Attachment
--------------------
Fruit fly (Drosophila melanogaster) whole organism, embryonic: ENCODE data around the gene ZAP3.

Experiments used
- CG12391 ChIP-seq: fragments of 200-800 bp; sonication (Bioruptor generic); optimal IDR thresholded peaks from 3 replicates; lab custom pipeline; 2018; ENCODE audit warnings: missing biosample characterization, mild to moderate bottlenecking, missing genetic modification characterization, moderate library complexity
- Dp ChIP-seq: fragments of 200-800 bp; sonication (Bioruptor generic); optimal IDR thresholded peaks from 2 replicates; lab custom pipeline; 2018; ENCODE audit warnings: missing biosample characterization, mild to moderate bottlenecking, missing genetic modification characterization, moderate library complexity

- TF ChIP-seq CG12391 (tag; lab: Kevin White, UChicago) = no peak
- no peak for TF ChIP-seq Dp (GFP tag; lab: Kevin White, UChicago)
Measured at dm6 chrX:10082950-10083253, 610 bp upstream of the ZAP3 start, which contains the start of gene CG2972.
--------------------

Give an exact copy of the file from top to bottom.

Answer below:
Fruit fly (Drosophila melanogaster) whole organism, embryonic: ENCODE data around the gene ZAP3.

Experiments used
- CG12391 ChIP-seq: fragments of 200-800 bp; sonication (Bioruptor generic); optimal IDR thresholded peaks from 3 replicates; lab custom pipeline; 2018; ENCODE audit warnings: missing biosample characterization, mild to moderate bottlenecking, missing genetic modification characterization, moderate library complexity
- Dp ChIP-seq: fragments of 200-800 bp; sonication (Bioruptor generic); optimal IDR thresholded peaks from 2 replicates; lab custom pipeline; 2018; ENCODE audit warnings: missing biosample characterization, mild to moderate bottlenecking, missing genetic modification characterization, moderate library complexity

- TF ChIP-seq CG12391 (tag; lab: Kevin White, UChicago) = no peak
- no peak for TF ChIP-seq Dp (GFP tag; lab: Kevin White, UChicago)
Measured at dm6 chrX:10082950-10083253, 610 bp upstream of the ZAP3 start, which contains the start of gene CG2972.